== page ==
2015 Student Contest Entries

2015 Student Video Entries

 

Cell Phone Camera Dissection
By Sarah Bjornland, University of Rochester, The Institute of Optics, New York, USA

We dissembled a basic cell phone that was popular in the late '00s. The cell phone camera, while not exactly like those in smart phones today, is similar in that it contains lenses, apertures, and filters.

Illumination System in a Slit Lamp
By Camilo Moreno Cleves, Universidad Nacional de Columbia - Sede Bogota, Columbia 

The Slit Lamp is an optical device that uses a high-intensity light source, and applying the Kholler Illumination, the light can be focused to shine in a thin sheet of light directly into the eye. This allows the ophthalmologist to examine the anterior and posterior segments of the human eye. And by seeing the shape of the thin sheet on the eye, he is able to give diagnosis of the patient's cornea, retina and even for the contact lenses.

Optics in a DVD Read Head
By Siddharth Varughese, Georgia Institute of Technology, Georgia, USA 

The product explained in the video is a Sony Optical Read Head. It consists of a semiconductor laser diode, a polarization beam splitter, various types of lenses, a mirror, a quarter wave plate and a photo diode array.

Optics in a Head-up Display
By Qijia Cheng, Nanyang Technological University, Singapore 

Head-up display (HUD) is aimed for car drivers. With HUD, the driver can read information, without moving their eyes away from the road, and drive safely. To achieve this, the display must be transparent and have good readability even under bright sunlight. HUD is powered by a projector light engine. The light comes to a diffused mirror, forms a real image and then is reflected by a reflector to the driver’s eyes. HUD is one of the key parts in the next generation of advanced driving assistance systems.

OSA Contest by GWU
By Zhizhen Ma, The George Washington University, Washington, DC, USA 

HTC ONE M7 Smartphone

Principles of Pulse Oximetry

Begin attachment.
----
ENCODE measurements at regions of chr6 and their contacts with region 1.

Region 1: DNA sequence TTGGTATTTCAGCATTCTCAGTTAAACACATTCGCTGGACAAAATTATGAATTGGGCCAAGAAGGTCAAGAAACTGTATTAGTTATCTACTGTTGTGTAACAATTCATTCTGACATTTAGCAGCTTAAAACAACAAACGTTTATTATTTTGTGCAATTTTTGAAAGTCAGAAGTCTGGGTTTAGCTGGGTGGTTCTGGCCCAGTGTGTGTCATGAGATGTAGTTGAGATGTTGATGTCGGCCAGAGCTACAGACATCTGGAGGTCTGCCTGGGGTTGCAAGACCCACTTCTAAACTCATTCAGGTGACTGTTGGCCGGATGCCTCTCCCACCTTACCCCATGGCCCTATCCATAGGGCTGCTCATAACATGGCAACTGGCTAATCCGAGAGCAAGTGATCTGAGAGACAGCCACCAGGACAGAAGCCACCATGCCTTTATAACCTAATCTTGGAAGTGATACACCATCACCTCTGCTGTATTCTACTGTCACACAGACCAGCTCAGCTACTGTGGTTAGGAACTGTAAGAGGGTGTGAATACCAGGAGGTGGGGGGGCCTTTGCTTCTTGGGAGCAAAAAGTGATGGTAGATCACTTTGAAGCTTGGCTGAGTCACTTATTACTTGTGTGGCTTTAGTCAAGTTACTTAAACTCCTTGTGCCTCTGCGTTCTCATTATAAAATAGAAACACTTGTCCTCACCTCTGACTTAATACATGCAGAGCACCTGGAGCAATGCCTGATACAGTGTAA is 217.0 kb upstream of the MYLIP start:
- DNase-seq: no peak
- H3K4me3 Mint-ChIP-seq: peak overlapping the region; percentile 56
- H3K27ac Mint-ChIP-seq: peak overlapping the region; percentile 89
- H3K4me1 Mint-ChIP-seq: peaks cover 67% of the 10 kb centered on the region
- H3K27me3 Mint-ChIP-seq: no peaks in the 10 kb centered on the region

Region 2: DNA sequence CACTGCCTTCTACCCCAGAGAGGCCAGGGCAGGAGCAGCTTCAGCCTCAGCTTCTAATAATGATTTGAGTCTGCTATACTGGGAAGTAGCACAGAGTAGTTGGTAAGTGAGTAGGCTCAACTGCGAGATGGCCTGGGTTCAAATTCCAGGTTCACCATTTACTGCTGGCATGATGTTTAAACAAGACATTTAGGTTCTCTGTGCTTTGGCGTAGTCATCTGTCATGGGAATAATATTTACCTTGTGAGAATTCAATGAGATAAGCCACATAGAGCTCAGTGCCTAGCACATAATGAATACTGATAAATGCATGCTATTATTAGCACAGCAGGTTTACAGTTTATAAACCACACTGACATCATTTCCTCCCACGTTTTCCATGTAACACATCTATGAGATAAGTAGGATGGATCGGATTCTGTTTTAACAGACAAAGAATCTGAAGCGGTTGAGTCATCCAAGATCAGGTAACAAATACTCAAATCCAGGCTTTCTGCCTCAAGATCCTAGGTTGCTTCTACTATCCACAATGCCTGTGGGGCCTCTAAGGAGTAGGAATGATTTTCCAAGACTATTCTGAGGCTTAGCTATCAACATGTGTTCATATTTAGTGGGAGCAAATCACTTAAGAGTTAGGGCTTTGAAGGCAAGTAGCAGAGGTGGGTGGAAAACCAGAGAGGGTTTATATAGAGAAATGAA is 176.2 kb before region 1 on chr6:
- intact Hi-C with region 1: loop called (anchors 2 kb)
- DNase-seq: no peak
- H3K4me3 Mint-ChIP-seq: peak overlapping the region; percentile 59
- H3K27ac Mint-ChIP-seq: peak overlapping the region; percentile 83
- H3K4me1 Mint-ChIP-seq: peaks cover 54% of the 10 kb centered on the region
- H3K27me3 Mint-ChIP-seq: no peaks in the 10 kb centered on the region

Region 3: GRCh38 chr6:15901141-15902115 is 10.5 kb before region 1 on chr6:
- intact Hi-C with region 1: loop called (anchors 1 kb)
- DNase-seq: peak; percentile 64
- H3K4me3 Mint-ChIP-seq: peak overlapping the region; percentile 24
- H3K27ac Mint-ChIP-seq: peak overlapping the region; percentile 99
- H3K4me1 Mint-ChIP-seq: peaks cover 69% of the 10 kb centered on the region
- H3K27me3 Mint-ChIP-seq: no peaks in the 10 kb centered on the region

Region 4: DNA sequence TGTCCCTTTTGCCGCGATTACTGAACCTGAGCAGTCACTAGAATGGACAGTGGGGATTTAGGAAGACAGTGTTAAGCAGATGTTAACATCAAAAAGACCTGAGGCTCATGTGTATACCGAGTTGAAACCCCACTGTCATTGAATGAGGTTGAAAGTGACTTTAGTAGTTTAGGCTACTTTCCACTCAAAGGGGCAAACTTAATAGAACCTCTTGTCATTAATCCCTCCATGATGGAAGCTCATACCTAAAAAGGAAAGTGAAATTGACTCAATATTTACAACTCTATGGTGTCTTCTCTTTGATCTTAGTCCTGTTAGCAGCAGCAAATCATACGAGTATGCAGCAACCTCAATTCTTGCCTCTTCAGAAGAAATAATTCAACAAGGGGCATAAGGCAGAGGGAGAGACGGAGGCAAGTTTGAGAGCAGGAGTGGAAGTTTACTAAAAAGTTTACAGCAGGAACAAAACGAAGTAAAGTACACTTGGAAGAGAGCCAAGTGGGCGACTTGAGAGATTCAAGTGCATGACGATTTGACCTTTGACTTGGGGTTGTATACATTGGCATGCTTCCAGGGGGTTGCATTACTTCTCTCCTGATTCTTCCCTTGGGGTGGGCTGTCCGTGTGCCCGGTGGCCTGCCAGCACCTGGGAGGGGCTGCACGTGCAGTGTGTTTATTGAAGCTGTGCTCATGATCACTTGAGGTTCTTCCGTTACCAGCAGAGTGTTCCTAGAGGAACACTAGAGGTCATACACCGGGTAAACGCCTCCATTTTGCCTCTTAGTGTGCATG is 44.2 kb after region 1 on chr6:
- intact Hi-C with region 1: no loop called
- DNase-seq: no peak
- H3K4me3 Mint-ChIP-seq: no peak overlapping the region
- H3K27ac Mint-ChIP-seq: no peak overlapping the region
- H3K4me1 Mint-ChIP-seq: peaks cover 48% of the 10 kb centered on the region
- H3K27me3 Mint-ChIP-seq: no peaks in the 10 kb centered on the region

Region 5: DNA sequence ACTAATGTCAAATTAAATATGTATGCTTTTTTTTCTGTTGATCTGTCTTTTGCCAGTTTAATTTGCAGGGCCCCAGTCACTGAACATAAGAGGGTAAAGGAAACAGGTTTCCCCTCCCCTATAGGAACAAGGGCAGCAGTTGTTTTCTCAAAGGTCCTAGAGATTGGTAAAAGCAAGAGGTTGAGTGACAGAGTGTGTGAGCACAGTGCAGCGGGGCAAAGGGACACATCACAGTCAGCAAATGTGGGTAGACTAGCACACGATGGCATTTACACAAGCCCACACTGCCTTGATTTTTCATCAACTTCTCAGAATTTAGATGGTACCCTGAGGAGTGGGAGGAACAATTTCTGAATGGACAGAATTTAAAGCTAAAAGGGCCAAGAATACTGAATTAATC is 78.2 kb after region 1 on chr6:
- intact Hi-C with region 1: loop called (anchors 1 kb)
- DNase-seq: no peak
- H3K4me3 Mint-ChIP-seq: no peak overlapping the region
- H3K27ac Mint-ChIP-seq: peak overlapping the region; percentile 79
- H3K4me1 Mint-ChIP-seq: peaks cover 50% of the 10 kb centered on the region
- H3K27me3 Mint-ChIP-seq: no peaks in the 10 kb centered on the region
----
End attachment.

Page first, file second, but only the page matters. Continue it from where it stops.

By Diego Dumani, Georgia Tech, Georgia, USA 

How can you measure oxygen in your body? Pulse oximetry allows to quantify blood oxygen saturation through the use of two diodes emitting red light and infrared. The variations in absorption of these two "colors" by blood in your finger indicate the degree of oxygen binding to hemoglobin, known as oxygen saturation.

Rechargeable Battery Using Dye Sensitized Solar Cell
By Sara Bakhshi, University of Central Florida, Florida, USA 

Dye sensitized solar cell: It has been fabricated using two FTO glass. One has been coated with platinum and the other one with TiO2. I annealed this eTiO2 electrode with different temperature and did TiCl4 treatment to get more efficiency out of this cell. The  working electrode has been soaked in dye for one day.  Then these two electrodes have been stuck using a sealant and I inserted  the electrolyte which also contain dye between them. Hence, we have a solar cell and a super capacitor.

The Crepuscular Detector
By Alain Francis Talla, University of Yaoundé 1, Cameroon

The product consists of two parts, the electronic part and the optical part. However the electronic part consists of three resistances, three potentiometers, one operational amplifier, one transistor and one switch. In additional, the optical part is the sensor (photoresistance).

The Optical Fiber
By Jin-hui Chen, Nanjing University, China 

Optical communication is closely connected with our daily life,  because our telephone signals, Internet communications and even the cable television signals are all carried by it to some degree. Optical fiber is very thin, whose diameter is comparable with human hair. There are two kinds of optical fiber regarding their supporting mode number, i.e. single mode fiber and multimode fiber. Both of them are made of silica and they are composed of two parts, cladding and core.

The Optics of Fingerprint Sensors
By Courtney Krafczyk, University of Illinois at Urbana Champaign, Illinois, USA

Optical fingerprint sensors use frustrated total internal reflection to distinguish the ridges and valleys in a fingerprint. A source illuminates a high refractive index material at a steep angle. When a finger is pressed against the material, the resulting bright and dark regions are captured with a camera and used to identify a person.

Wave Phenomena of Light
By Zijie Gong, Beihang University, China 

This video was created by 3 Chinese students of Beihang University in their first year of college life made by Corel VideoStudioX7. All of us knew little about the nature of the light, thus we wanted to grasp more by this way.  And it's also a class summary after taking part in Approaching the Photoelectric Information World. Most of the pictures and video sections were shot by ourselves, while some them were caught from the internet.